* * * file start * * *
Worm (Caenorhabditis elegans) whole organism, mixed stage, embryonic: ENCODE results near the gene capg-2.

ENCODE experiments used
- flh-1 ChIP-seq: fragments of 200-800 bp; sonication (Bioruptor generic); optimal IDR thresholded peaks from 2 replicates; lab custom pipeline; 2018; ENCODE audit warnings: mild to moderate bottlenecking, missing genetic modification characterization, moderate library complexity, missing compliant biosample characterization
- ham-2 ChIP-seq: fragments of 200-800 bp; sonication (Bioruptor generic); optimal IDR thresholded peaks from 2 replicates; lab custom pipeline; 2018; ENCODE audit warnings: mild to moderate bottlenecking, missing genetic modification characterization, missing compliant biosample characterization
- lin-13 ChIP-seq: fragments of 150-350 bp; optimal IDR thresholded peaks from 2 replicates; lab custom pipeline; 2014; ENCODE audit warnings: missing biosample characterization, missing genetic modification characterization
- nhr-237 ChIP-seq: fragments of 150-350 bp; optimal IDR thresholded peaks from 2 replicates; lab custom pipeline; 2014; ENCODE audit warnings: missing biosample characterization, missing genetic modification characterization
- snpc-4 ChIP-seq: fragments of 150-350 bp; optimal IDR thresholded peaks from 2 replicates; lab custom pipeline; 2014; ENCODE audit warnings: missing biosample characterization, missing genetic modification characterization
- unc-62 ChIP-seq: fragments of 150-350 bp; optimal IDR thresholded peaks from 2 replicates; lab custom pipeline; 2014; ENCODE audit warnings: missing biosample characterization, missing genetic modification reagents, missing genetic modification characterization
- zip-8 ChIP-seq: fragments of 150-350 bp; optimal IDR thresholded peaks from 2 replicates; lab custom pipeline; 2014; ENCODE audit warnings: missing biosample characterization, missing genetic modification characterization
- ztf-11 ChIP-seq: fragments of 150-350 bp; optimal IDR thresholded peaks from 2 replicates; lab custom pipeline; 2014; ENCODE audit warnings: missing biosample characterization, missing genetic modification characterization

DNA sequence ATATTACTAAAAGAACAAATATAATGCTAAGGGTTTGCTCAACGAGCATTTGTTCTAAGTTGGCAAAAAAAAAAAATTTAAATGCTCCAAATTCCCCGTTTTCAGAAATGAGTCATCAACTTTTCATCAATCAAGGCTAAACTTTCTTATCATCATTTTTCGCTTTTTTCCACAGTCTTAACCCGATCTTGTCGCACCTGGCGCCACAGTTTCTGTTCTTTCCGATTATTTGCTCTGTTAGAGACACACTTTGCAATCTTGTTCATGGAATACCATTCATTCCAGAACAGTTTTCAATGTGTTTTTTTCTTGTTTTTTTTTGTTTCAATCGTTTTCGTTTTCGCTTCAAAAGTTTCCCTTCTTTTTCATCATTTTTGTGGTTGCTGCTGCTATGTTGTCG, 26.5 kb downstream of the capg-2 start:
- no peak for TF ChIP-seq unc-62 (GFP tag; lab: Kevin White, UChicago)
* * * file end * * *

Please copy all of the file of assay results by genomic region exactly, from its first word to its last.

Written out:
Worm (Caenorhabditis elegans) whole organism, mixed stage, embryonic: ENCODE results near the gene capg-2.

ENCODE experiments used
- flh-1 ChIP-seq: fragments of 200-800 bp; sonication (Bioruptor generic); optimal IDR thresholded peaks from 2 replicates; lab custom pipeline; 2018; ENCODE audit warnings: mild to moderate bottlenecking, missing genetic modification characterization, moderate library complexity, missing compliant biosample characterization
- ham-2 ChIP-seq: fragments of 200-800 bp; sonication (Bioruptor generic); optimal IDR thresholded peaks from 2 replicates; lab custom pipeline; 2018; ENCODE audit warnings: mild to moderate bottlenecking, missing genetic modification characterization, missing compliant biosample characterization
- lin-13 ChIP-seq: fragments of 150-350 bp; optimal IDR thresholded peaks from 2 replicates; lab custom pipeline; 2014; ENCODE audit warnings: missing biosample characterization, missing genetic modification characterization
- nhr-237 ChIP-seq: fragments of 150-350 bp; optimal IDR thresholded peaks from 2 replicates; lab custom pipeline; 2014; ENCODE audit warnings: missing biosample characterization, missing genetic modification characterization
- snpc-4 ChIP-seq: fragments of 150-350 bp; optimal IDR thresholded peaks from 2 replicates; lab custom pipeline; 2014; ENCODE audit warnings: missing biosample characterization, missing genetic modification characterization
- unc-62 ChIP-seq: fragments of 150-350 bp; optimal IDR thresholded peaks from 2 replicates; lab custom pipeline; 2014; ENCODE audit warnings: missing biosample characterization, missing genetic modification reagents, missing genetic modification characterization
- zip-8 ChIP-seq: fragments of 150-350 bp; optimal IDR thresholded peaks from 2 replicates; lab custom pipeline; 2014; ENCODE audit warnings: missing biosample characterization, missing genetic modification characterization
- ztf-11 ChIP-seq: fragments of 150-350 bp; optimal IDR thresholded peaks from 2 replicates; lab custom pipeline; 2014; ENCODE audit warnings: missing biosample characterization, missing genetic modification characterization

DNA sequence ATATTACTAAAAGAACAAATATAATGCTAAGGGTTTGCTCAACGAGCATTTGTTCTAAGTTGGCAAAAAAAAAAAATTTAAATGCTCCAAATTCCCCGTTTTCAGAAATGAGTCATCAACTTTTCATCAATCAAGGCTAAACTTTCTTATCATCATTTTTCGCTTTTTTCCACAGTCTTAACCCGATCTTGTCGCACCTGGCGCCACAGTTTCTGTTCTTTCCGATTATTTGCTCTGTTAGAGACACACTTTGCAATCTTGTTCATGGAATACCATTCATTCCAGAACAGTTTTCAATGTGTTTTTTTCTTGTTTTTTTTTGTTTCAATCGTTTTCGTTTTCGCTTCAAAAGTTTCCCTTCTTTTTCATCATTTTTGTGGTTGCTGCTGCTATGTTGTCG, 26.5 kb downstream of the capg-2 start:
- no peak for TF ChIP-seq unc-62 (GFP tag; lab: Kevin White, UChicago)